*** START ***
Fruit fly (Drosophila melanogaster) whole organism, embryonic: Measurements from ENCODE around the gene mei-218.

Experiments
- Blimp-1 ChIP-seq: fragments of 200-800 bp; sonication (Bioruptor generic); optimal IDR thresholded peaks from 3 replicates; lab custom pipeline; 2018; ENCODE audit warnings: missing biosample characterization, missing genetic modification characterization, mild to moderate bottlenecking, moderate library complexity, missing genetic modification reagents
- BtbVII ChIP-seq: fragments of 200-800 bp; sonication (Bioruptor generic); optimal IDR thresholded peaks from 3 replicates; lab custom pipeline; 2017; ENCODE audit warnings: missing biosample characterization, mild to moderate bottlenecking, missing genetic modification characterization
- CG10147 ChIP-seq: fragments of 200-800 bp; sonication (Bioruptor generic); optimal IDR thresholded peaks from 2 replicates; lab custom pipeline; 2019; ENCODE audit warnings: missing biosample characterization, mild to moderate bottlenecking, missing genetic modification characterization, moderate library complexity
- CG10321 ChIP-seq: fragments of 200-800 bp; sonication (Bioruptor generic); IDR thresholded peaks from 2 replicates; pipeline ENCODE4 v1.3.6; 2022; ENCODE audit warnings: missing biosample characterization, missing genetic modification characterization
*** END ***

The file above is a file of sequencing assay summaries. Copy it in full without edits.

Fruit fly (Drosophila melanogaster) whole organism, embryonic: Measurements from ENCODE around the gene mei-218.

Experiments
- Blimp-1 ChIP-seq: fragments of 200-800 bp; sonication (Bioruptor generic); optimal IDR thresholded peaks from 3 replicates; lab custom pipeline; 2018; ENCODE audit warnings: missing biosample characterization, missing genetic modification characterization, mild to moderate bottlenecking, moderate library complexity, missing genetic modification reagents
- BtbVII ChIP-seq: fragments of 200-800 bp; sonication (Bioruptor generic); optimal IDR thresholded peaks from 3 replicates; lab custom pipeline; 2017; ENCODE audit warnings: missing biosample characterization, mild to moderate bottlenecking, missing genetic modification characterization
- CG10147 ChIP-seq: fragments of 200-800 bp; sonication (Bioruptor generic); optimal IDR thresholded peaks from 2 replicates; lab custom pipeline; 2019; ENCODE audit warnings: missing biosample characterization, mild to moderate bottlenecking, missing genetic modification characterization, moderate library complexity
- CG10321 ChIP-seq: fragments of 200-800 bp; sonication (Bioruptor generic); IDR thresholded peaks from 2 replicates; pipeline ENCODE4 v1.3.6; 2022; ENCODE audit warnings: missing biosample characterization, missing genetic modification characterization